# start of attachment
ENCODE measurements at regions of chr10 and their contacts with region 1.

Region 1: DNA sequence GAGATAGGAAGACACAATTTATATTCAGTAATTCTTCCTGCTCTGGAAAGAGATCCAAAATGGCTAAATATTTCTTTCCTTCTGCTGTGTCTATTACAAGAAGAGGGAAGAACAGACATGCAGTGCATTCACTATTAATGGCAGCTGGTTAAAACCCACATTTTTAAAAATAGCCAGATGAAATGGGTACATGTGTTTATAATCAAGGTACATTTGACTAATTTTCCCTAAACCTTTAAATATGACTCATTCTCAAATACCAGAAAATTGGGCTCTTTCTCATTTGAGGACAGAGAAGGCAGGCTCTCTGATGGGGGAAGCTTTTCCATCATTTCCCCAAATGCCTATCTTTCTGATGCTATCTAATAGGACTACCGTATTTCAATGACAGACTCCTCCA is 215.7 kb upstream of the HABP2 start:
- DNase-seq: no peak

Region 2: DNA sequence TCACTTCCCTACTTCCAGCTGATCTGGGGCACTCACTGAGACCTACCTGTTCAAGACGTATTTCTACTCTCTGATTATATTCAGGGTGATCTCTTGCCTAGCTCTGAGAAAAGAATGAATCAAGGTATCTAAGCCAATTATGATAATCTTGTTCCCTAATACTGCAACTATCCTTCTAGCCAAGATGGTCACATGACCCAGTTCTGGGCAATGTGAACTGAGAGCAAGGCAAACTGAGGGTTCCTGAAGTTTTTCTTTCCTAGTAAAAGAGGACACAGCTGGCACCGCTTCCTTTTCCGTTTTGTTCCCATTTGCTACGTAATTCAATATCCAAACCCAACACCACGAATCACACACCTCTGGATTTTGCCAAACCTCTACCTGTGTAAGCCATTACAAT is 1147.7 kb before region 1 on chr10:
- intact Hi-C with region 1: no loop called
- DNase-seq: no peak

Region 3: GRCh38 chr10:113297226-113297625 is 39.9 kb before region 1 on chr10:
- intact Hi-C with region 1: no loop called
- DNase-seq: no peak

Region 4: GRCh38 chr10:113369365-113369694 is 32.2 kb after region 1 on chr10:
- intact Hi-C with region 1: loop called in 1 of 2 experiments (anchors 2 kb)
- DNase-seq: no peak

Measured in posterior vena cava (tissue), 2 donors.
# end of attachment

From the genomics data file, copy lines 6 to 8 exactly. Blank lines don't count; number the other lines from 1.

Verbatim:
- DNase-seq: no peak

Region 3: GRCh38 chr10:113297226-113297625 is 39.9 kb before region 1 on chr10:
- intact Hi-C with region 1: no loop called